echo ${TSTR/fi/Fi}   # my.First.file.txt
echo ${TSTR//fi/Fi}  # my.First.File.txt
echo ${TSTR/#*./PREFIX-} # PREFIX-txt  (note: always longest match)
echo ${TSTR/%.*/.backup}  # my.backup (note: always longest match)

Miscellaneous

Some of the more common ways to manipulate strings in bash have to do with dealing with parameters. Suppose you have a script that expects a variable called OTERM to be set but you want to be sure:

REALTERM=${OTERM:-vt100}

Now REALTERM will have the value of OTERM or the string “vt100” if there was nothing in OTERM. Sometimes you want to set OTERM itself so while you could assign to OTERM instead of REALTERM, there is an easier way. Use := instead of the :- sequence. If you do that, you don’t necessarily need an assignment at all, although you can use one if you like:

echo ${OTERM:=vt100}  # now OTERM is vt100 if it was empty before

You can also reverse the sense so that you replace the value only if the main value is not empty, although that’s not as generally useful:

echo ${DEBUG:+"Debug mode is ON"}  # reverse -; no assignment

A more drastic measure lets you print an error message to stderr and abort a non-interactive shell:

REALTERM=${OTERM:?"Error. Please set OTERM before calling this script"}

Just in Case

Converting things to upper or lower case is fairly simple. You can provide a glob pattern that matches a single character. If you omit it, it is the same as ?, which matches any character. You can elect to change all the matching characters or just attempt to match the first character. Here are the obligatory examples:

NAME="joe Hackaday"

echo ${NAME^} # prints Joe Hackaday (first match of any character)
echo ${NAME^^} # prints JOE HACKADAY (all of any character)
echo ${NAME^^[a]} # prints joe HAckAdAy (all a characters)
echo ${NAME,,] # prints joe hackaday (all characters)
echo ${NAME,] # prints joe Hackaday (first character matched and didn't convert)
NAME="Joe Hackaday"
echo ${NAME,,[A-H]} # prints Joe hackaday (apply pattern to all characters and convert A-H to lowercase)

Recent versions of bash can also convert upper and lower case using ${[email protected]} and ${[email protected]} along with just the first character using @u and @l, but your mileage may vary.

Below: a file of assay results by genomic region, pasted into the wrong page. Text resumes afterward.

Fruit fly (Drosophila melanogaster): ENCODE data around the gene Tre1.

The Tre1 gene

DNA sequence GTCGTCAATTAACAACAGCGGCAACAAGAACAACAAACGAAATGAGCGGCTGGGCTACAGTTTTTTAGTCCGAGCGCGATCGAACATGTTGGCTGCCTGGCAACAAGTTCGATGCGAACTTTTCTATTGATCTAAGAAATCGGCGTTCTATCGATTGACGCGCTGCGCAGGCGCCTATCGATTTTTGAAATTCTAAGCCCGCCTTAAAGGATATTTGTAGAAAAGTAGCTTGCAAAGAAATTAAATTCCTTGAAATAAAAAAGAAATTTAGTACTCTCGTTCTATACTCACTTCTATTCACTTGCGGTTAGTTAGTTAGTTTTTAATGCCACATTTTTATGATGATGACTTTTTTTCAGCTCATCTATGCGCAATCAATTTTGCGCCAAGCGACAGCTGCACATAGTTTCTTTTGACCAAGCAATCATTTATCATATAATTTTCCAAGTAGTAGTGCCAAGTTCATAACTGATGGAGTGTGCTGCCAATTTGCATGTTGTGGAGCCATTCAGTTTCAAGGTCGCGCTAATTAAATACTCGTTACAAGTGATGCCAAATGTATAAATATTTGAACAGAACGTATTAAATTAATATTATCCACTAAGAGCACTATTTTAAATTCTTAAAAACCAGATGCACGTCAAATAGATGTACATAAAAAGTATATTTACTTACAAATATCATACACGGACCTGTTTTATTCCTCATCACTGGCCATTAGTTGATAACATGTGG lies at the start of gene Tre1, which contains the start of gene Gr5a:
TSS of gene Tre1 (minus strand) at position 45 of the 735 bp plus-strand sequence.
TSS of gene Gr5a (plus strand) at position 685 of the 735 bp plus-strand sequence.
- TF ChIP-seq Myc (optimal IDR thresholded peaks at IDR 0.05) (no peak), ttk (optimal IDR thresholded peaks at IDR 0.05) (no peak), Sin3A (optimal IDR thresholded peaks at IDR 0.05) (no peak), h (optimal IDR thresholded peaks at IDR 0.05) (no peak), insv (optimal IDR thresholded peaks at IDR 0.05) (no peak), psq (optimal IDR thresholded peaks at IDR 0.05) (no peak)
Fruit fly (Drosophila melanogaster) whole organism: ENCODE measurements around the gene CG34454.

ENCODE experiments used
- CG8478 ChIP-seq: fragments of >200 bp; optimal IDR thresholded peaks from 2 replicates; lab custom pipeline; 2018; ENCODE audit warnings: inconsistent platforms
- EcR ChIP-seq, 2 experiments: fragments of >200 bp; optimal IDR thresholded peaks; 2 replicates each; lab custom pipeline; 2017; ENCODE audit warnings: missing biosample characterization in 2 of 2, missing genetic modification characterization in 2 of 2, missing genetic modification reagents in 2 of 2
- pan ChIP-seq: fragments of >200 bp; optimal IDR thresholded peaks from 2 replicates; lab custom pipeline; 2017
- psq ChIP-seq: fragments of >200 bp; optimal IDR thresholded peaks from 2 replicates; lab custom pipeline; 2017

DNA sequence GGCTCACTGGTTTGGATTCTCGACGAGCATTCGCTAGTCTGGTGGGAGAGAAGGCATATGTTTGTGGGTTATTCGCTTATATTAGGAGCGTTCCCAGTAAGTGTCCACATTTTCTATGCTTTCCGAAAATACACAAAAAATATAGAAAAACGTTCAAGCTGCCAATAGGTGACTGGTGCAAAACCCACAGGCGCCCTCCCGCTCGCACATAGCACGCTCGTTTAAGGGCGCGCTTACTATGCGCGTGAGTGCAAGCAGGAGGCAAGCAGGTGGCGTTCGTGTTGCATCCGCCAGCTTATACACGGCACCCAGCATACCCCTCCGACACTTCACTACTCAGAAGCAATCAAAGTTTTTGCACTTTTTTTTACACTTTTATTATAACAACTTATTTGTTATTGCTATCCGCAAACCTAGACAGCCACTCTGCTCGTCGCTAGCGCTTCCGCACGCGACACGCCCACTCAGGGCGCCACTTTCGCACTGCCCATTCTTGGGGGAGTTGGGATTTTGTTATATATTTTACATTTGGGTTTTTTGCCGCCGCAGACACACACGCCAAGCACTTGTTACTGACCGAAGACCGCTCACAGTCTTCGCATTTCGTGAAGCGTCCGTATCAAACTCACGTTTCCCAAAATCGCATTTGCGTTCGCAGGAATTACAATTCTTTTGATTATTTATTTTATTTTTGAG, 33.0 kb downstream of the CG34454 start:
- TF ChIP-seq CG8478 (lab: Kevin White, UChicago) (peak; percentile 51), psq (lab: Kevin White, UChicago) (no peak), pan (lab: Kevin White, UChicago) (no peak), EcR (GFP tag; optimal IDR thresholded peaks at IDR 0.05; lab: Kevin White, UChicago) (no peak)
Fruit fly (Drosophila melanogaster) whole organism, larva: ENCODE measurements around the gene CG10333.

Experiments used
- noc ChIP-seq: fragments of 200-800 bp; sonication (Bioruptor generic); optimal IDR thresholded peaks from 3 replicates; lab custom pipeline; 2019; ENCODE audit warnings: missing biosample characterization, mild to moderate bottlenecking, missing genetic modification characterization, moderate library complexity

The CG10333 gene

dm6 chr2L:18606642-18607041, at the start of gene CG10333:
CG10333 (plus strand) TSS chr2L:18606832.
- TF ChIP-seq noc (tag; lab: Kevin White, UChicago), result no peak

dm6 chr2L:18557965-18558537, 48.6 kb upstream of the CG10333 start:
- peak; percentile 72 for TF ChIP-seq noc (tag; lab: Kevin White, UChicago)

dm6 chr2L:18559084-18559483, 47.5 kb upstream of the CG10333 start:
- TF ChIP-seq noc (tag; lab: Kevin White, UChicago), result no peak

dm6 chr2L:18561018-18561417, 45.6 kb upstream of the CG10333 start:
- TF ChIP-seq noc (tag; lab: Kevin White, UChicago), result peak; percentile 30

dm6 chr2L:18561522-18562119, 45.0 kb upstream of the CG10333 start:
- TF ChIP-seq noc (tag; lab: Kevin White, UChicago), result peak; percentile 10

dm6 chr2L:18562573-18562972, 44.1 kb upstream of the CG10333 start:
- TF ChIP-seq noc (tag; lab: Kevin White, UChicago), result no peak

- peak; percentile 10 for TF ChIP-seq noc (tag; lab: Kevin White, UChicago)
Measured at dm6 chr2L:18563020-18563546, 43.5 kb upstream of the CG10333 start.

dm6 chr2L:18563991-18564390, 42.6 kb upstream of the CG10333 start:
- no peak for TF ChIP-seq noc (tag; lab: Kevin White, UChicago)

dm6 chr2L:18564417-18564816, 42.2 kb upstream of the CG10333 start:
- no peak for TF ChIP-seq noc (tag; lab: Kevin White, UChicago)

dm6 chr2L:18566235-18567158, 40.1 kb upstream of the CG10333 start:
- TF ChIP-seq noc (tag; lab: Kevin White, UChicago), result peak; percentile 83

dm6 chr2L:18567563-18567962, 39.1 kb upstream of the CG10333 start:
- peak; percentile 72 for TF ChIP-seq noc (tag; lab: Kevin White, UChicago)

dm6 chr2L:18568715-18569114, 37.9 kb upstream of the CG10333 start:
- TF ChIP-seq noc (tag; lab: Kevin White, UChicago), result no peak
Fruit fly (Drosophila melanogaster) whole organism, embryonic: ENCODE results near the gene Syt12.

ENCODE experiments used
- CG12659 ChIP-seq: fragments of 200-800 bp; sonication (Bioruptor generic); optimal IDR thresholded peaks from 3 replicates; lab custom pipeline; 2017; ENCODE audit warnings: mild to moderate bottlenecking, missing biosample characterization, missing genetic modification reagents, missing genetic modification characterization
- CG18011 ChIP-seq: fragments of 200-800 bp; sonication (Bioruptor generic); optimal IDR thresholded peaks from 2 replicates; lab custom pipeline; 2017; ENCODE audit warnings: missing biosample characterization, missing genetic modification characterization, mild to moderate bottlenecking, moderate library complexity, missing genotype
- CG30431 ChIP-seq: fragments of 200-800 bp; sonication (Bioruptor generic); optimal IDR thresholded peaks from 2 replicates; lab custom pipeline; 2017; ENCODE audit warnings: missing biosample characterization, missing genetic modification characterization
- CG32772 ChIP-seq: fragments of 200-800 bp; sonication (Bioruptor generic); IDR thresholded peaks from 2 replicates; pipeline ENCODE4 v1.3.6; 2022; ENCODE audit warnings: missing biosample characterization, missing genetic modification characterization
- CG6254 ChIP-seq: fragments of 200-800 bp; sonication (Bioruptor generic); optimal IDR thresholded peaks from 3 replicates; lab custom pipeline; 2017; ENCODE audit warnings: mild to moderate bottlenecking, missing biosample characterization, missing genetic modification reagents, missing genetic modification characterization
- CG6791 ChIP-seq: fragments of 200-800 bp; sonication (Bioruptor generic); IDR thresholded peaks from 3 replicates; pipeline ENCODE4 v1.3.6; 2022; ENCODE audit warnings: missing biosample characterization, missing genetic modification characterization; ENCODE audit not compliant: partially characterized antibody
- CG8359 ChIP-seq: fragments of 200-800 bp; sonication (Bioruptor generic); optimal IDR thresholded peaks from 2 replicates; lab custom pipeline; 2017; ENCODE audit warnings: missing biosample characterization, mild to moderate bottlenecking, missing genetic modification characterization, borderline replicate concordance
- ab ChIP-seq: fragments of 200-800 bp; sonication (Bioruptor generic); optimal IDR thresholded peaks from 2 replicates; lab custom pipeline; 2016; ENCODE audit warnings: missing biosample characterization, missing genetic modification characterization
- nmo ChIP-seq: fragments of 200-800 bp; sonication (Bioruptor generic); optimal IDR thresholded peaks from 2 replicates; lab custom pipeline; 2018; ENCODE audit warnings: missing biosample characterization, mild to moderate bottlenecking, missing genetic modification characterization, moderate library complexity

Pass the Test

You probably realize that when you do a standard test, that actually calls a program:

if [ $f -eq 0 ]
then ...

If you do an ls on /usr/bin, you’ll see an executable actually named “[” used as a shorthand for the test program. However, bash has its own test in the form of two brackets:

if [[ $f == 0 ]
then ...

That test built-in can handle regular expressions using =~ so that’s another option for matching strings:

if [[ "$NAME" =~ [hH]a.k ]] ...

Choose Wisely

Of course, if you are doing a slew of text processing, maybe you don’t need to be using bash. Even if you are, don’t forget you can always leverage other programs like tr, awk, sed, and many others to do things like this. Sure, performance won’t be as good — probably — but if you are worried about performance why are you writing a script?

Unless you just swear off scripting altogether, it is nice to have some of these tricks in your back pocket. Use them wisely.

Update: EncryptedRegView v1.05

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Fixed the external drive feature to work properly if you sign in with Microsoft account.
Be aware that in order to decrypt DPAPI-encrypted information created while you signed in with Microsoft account (On Windows 10 or Windows 11), you have to provide the random DPAPI password generated for your Microsoft account instead of the actual login password. You can find this random DPAPI password with the MadPassExt tool.
Fixed bug: EncryptedRegView failed to handle properly large Registry values with more than 16344 bytes on external Registry files.

Join Cloud Learn to build your Google Cloud skills at no cost, regardless of experience level

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We recently announced a new goal of equipping more than 40 million people with Google Cloud skills. To help achieve this goal, we’re hosting Cloud Learn from Dec. 8-9 (for those in Europe, the Middle East, or Africa, the event will be from Dec. 9-10 and for those in Japan, you can access the event here), a no-cost digital training event for developers, IT professionals, and data practitioners at all career levels. The interactive event will have live technical demos, Q&As, career development workshops, and more covering everything from Google Cloud fundamentals to certification prep.

Here’s a more in-depth look at what to expect from Cloud Learn: